HOUSTON — There’s a special kind of shop in Houston, just down the road from Three Bears. The Wytchwood Herbal Shoppe is a quaint, purple building facing the Parks Highway.
It’s a place to find all sorts of things, from handcrafted herbal remedies to custom made jewelry and other unique finds. Above all, it’s meant to be a place to heal, be it with the salves or teas or an attentive ear ready to offer advice and refuge to anyone.
“So many different people find it as a sanctuary,” owner Rhonda Garnett, a.k.a., Willow Wytch said.
Wytchwood is there to be a safe haven for anyone who needs it, a judge free environment where people are encouraged to be themselves.
“I’ve always wanted a brick and mortar,” Garnett said.
It’s a place that welcomes the outcasts and the misfits just as much as it invites the steady regulars and the more casual shoppers. One regular, Courtnie Metzger, can usually be found at Wytchwood.
“It’s the only place I can really relax,” Metzger said.
Metzger typically goes there Monday through Friday. She is a caretaker and started taking her client there a year ago, finding that the place very beneficial for them both.
“I came here broken and now I’m a lot better,” Metzger said.
Metzger often brings her son who plays while her client follows her daily rituals correlating with the shop, soothing her mind with the routines. Metzger said that she treasures the relaxing atmosphere all the steady supply of support from Garnett.
“She’s helped me through a lot of problems,” Metzger said.
Numerous regulars like Metzger feel this way and that’s why Wytch feels compelled to keep her shop going. She is currently facing financial hardship, tying to support her boyfriend, Les Copeland, with his medical issues while maintaining her business.
“I don’t want to toot my own horn but I do a lot of good,” Garnett said.
Tiffy Iman, Kristina Gruno and Buphalo Barbie created a Facebook fundraiser called “Another piggie bites the dust...” referring to Copeland’s bout with diabetes and losing his toes. Donations will help Wytch cover Copeland’s care, household and shop expenses to keep the doors open. Over the last 15 days, 25 people have raised $1,000 out of the $5,000 goal.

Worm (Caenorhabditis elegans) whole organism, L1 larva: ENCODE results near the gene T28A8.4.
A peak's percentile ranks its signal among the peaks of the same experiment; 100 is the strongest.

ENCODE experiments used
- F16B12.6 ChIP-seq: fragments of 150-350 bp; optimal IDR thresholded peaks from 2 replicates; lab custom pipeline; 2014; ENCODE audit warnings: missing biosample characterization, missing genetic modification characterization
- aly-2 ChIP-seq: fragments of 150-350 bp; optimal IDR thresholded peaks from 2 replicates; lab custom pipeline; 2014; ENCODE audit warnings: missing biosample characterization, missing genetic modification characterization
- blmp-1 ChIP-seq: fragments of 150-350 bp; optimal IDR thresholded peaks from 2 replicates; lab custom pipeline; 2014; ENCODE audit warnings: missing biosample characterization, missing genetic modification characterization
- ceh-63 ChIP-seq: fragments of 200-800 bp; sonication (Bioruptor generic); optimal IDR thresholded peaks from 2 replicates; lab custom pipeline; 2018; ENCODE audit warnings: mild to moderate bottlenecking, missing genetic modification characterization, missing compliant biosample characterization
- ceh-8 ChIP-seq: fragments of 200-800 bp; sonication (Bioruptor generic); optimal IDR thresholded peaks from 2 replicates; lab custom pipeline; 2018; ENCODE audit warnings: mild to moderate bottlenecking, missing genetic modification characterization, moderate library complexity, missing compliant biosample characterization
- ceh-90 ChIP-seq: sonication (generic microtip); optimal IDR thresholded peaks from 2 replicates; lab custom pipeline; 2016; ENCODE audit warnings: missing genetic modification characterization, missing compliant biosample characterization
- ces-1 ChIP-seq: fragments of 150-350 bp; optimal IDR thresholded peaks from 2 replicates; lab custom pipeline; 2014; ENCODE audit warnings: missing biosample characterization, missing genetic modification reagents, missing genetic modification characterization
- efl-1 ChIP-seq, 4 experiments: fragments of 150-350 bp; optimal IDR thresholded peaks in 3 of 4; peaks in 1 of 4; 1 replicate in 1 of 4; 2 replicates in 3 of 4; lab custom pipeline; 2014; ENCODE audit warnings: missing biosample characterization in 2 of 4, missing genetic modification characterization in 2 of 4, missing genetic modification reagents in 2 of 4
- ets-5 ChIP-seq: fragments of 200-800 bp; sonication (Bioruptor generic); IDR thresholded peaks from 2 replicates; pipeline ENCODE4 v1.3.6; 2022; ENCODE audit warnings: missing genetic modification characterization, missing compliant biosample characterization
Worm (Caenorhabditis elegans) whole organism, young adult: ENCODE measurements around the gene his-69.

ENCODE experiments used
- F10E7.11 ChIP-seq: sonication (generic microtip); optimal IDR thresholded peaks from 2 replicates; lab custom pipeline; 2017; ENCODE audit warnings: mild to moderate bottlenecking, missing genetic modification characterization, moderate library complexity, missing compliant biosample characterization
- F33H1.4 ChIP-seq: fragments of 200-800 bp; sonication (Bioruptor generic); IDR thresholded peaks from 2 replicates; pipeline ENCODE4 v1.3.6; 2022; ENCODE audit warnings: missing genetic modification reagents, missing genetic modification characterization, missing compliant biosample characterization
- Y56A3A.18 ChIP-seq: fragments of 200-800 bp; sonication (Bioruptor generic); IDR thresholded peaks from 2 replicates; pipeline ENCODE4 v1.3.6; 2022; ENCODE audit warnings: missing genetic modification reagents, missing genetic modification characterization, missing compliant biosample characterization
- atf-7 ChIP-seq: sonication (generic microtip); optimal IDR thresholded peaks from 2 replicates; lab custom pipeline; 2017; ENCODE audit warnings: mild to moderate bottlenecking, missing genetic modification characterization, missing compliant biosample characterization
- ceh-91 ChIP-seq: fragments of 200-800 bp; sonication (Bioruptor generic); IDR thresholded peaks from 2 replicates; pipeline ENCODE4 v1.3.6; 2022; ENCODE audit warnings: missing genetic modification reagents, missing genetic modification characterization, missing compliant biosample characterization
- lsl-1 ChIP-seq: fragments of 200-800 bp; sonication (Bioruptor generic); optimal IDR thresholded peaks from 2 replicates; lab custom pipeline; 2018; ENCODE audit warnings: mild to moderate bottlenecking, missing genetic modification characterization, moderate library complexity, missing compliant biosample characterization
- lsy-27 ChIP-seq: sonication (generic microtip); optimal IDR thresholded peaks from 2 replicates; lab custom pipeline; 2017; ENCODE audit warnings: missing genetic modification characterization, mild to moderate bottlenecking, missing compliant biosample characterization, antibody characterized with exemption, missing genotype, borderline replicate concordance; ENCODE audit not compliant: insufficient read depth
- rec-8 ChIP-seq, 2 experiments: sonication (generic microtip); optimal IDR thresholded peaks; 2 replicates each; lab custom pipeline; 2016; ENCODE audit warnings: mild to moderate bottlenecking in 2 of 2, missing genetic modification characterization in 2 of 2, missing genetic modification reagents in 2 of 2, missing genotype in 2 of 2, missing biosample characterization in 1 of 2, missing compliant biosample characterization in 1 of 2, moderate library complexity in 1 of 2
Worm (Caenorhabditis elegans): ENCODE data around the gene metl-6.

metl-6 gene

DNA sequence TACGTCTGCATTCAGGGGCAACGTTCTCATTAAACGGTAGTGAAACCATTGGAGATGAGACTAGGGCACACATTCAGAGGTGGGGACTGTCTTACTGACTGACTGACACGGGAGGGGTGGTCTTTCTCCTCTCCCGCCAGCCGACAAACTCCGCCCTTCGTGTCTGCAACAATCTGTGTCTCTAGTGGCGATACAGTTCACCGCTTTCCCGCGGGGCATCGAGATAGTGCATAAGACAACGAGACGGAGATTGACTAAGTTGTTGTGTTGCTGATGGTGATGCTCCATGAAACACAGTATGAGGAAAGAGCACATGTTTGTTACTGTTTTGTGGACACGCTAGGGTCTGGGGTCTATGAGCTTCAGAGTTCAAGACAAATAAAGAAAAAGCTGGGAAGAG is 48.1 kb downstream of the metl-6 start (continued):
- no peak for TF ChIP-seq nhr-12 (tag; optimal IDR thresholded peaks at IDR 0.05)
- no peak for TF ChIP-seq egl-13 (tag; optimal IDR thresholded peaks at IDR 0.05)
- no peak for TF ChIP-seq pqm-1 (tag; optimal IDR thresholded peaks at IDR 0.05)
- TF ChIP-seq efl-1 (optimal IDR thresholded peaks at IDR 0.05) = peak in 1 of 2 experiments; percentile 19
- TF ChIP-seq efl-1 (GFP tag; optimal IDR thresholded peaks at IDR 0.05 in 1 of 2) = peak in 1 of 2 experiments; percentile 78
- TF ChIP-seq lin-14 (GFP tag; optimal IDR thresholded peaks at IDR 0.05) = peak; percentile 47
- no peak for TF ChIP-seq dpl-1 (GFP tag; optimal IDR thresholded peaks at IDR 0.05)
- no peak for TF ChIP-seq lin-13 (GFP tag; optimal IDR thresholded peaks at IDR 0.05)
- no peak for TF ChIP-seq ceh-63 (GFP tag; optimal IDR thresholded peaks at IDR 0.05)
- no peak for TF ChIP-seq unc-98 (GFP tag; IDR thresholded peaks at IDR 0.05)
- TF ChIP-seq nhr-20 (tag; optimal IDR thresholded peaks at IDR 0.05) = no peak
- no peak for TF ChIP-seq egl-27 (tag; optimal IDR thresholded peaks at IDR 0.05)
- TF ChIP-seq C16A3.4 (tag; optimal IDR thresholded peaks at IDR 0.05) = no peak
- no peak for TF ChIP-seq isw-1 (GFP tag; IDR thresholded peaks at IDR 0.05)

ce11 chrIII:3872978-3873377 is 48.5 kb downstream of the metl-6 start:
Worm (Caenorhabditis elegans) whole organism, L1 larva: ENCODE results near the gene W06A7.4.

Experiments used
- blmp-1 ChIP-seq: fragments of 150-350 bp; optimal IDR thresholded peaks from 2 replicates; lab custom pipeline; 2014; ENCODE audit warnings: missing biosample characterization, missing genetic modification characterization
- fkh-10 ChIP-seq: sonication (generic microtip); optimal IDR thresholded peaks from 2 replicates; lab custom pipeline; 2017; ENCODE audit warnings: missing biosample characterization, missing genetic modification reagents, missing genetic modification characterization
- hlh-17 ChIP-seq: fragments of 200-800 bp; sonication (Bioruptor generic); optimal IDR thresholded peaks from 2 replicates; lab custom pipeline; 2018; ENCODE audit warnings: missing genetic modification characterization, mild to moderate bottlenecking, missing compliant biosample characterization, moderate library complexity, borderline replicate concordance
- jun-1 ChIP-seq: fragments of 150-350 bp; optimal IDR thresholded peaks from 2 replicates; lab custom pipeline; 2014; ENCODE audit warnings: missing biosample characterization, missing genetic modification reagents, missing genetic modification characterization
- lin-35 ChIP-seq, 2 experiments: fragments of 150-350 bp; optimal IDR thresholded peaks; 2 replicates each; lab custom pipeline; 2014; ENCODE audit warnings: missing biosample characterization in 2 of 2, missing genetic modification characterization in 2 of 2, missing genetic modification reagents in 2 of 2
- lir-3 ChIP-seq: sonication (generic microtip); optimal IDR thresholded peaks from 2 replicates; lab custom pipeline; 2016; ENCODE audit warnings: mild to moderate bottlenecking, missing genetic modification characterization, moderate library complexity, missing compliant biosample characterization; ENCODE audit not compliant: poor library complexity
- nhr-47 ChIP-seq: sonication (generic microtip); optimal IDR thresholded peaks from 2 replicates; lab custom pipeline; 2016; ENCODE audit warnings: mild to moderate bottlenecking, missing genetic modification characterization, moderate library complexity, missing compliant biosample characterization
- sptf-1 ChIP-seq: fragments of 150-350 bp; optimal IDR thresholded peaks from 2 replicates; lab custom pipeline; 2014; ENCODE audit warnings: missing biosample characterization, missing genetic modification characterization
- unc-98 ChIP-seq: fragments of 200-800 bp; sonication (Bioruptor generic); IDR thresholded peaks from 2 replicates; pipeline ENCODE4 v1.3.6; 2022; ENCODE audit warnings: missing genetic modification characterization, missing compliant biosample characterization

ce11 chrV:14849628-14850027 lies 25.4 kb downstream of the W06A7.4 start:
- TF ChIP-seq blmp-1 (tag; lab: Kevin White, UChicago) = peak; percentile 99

Garnett said that she has a tough time asking for help like this but appreciates all the support from her close group of friends she calls her “tribe” and that of the community.
“It’s always been a group effort… Everybody’s helping me keep the place going. I want to be here. I don’t want to be greedy. I just want to stay here,” Garnett said.
Garnett said that she established her business over 11 years ago, long after she started practicing witchcraft. She said that she knew as a young girl that she was a witch.
“I was born with it,” Garnett said.
Garnett grew up in Ohio knowing she was different and people could tell. When she was growing up, she always dressed as a witch for Halloween, even as her mom suggested another kind of costume. For her, being a witch was much more than a costume to wear one a year. She said that spent several years with her broom in the closet before finally taking her broom out of the closet when she was about 32 years old.
She said it’s been a long and “epic” journey getting to Alaska, making a business out of her witchcraft, learning new ways to help people with her gifts and craftsmanship and becoming the witch she was born to be.
“My life is pretty epic, not always awesome, never terrible,” Garnett said.
This current location is her second, moving from the original in Willow about three years ago. She’s hosted several community events and participated in local happenings like the annual parade at Houston Founder’s Day.
Garnett said things have been going well in her now home, pleasantly surprised by the overall acceptance.
“I don’t feel unwelcomed. I really don’t,” Garnett said.
Those walking into the shop will often be greeted by a bulky and friendly Blue Nose Pitbull/American Bulldog mix dog named Dink. Looking around, they will find a spectrum of herbs, local art, jewelry, soaps, herbal teas, herbal salves, incense, candles, vintage and other unique and handcrafted finds.
Garnett said that she analyses each person who comes through her shop. She talks to them, forming a prognosis for what herbal blend or tincture would work best for them.
“We’ve got what you need,” Garnett said, citing her shop’s motto.
People can buy tarot cards or they can ask to have a tarot reading. They also have a pagan meeting at the last Sunday of every month.
For more information about the fundraiser, call the shop at: 907-892-2542 or visit the page at: www.facebook.com/donate /333640653983255/10211694518518631/
Contact Mat-Su Valley Frontiersman reporter Jacob Mann at email@example.com